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AOSSM SPORTS TIPS

AC JOINT INJURIES
WHAT IS THE AC JOINT?
The AC (acromioclavicular) joint is a joint in the shoulder where the collarbone (clavicle)
meets the shoulder blade (scapula). The specific part of the scapula adjacent to the
clavicle is called the acromion, hence the name AC joint. This is in contrast to the
glenohumeral joint, the main “ball and socket” shoulder joint.

WHAT KINDS OF PROBLEMS OCCUR AT THE AC JOINT?
The most common problems that occur at the AC joint are arthritis, fractures and
“separations.” Arthritis is a condition characterized by loss of cartilage in the joint. Like
arthritis at other joints in the body, it is characterized by pain and swelling, especially
with activity. Over time, the joint can wear out, leading to swelling and formation of
spurs around the joint. These spurs are a symptom of the arthritis and not the primary
cause of the pain. Motions which aggravate arthritis at the AC joint include reaching
across the body toward the other arm. AC joint arthritis is common in weight lifters,
especially with the bench press, and (to a lesser extent) military press. AC joint arthritis
may also be present when there are rotator cuff problems.

HOW DO YOU TREAT ARTHRITIS OF THE AC JOINT?
There is currently no way to replace the cartilage that is damaged by arthritis. As a result,
the primary way to control the symptoms of arthritis is to modify your activities so as not
to aggravate the condition. Application of ice to the joint helps decrease pain and
inflammation. Medication including aspirin, acetaminophen, and nonsteroidal drugs anti
inflammatory drugs (NSAIDs) are also used commonly.

WHAT CAN BE DONE IF THOSE TREATMENTS DO NOT WORK?
If rest, ice, medication and modifying your activity does not work, then the next step is a
cortisone shot. One shot into the joint sometimes takes care of the pain and swelling

and AC separations are “graded” depending upon which ligaments are torn and how badly they are torn. and elbow. resulting in a visible deformity. and placing an ice pack to the shoulder for 20 to 30 minutes every two hours as needed. Most patients have full motion by six weeks and return to sports by 12 weeks. Surgery may be indicated if nonsurgical measures fail. When stressed. Grade III Injury — AC and secondary ligaments are completely torn and the collarbone is no longer tethered to the shoulder blade. the treatment is removal of a portion of the end of the clavicle. physical therapist. WHAT IS THE TREATMENT FOR AC SEPARATION? These can be very painful injuries. . Acetaminophen and non-steroidal anti-inflammatory drugs can also help the pain. Regardless of the technique utilized. Instruction on when and how much to move the shoulder should be provided by your physician. and eventually the shoulder in order to prevent a stiff or “frozen” shoulder. it is important to begin moving the fingers. As the pain starts to subside. Since the pain is due to the ends of the bones making contact with each other. and the two structures no longer line up correctly. The length of time needed to regain full motion and function depends on the severity or grade of the injury. the recovery and results are about the same. Grade II Injury — damage to the ligaments which reinforce the AC joint. or certified athletic trainer. Grade I Injury — the least damage is done.permanently. so the initial treatment is to decrease pain. In a grade II injury these ligaments are only stretched but not entirely torn. wrist. WHAT IS AN AC SEPARATION? When the AC joint is “separated” it means that the ligaments connecting the acromion and clavicle have been damaged. although the effect is unpredictable and may be only transient. and the AC joint still lines up. This outpatient surgery can be performed through a small incision about one inch long or arthroscopically using several small incisions. This is best accomplished by immobilizing the arm in a sling. the AC joint becomes painful and unstable. AC separations can be anywhere from mild to severe.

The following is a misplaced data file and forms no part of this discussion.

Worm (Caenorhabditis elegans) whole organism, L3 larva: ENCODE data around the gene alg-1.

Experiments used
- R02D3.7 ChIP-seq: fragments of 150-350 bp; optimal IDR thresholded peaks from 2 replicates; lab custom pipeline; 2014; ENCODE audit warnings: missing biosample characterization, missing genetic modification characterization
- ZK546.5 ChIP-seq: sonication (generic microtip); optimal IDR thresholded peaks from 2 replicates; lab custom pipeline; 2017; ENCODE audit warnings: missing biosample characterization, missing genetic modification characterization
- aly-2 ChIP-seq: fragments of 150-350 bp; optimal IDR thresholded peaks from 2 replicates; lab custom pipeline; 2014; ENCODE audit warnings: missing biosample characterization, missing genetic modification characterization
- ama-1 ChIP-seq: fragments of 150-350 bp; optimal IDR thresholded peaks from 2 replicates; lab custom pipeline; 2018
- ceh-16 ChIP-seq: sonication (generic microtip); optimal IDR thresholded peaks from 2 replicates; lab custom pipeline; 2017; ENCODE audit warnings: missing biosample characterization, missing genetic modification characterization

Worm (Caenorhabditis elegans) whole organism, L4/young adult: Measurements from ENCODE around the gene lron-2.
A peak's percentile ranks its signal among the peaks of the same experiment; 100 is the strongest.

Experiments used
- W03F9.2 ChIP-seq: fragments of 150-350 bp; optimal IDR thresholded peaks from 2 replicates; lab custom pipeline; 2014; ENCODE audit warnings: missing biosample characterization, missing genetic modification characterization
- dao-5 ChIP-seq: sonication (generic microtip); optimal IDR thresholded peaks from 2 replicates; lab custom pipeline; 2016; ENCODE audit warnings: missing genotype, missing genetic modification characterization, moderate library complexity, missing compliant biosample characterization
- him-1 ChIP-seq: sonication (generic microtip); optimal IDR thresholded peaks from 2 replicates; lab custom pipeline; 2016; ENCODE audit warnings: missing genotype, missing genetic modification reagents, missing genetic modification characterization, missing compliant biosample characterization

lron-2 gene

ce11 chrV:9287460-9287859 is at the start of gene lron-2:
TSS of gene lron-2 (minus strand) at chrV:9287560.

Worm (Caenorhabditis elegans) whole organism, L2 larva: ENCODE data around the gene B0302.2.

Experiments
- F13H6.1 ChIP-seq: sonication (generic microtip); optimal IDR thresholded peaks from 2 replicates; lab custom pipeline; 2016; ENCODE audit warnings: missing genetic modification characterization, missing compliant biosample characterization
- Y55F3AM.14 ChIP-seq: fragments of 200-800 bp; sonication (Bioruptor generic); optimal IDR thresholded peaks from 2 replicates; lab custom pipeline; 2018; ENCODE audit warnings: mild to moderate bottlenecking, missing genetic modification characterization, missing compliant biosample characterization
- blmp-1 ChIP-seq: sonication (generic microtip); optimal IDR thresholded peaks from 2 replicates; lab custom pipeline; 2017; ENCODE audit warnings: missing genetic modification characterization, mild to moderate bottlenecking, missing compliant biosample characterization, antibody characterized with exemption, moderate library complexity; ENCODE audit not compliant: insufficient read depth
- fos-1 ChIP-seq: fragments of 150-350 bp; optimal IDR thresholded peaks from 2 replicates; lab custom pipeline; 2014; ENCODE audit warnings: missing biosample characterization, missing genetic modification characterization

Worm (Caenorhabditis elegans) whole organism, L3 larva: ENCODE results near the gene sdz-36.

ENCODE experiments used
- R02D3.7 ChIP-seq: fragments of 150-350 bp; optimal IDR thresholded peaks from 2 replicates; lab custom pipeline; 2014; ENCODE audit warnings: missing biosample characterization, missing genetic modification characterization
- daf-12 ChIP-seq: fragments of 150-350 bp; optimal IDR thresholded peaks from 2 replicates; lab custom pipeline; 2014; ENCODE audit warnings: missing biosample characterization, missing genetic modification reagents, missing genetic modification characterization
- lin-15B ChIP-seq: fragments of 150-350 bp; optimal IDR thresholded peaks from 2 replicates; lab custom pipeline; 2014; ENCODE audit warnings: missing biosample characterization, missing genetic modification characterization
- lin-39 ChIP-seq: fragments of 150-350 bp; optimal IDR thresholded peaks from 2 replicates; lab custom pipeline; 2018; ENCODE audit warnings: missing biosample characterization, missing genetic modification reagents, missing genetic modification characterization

org. whereas a Grade III may take six to eight weeks. WHEN IS SURGERY INDICATED? Grade I and II separations very rarely require surgery.Recovery from a Grade I AC separation usually takes 10 to 14 days. Multiple copy reproduction prohibited. the benefits must be weighed against the potential risks. All rights reserved. American Orthopaedic Society for Sports Medicine. Expert Consultant: Edward McFarland. please visit www. To order multiple copies of this fact sheet or learn more about other orthopaedic sports medicine topics.sportsmed. In some cases a painful lump may persist. Copyright © 2008. Surgery can be very successful in these cases. necessitating partial clavicle excision in selected individuals such as high caliber throwing athletes. They provide general information only and are not a substitute for your own good judgement or consultation with a physician. MD Sports Tips are brought to you by the American Orthopaedic Society for Sports Medicine. . Even Grade III injuries usually allow return to full activity with few restrictions. but as always.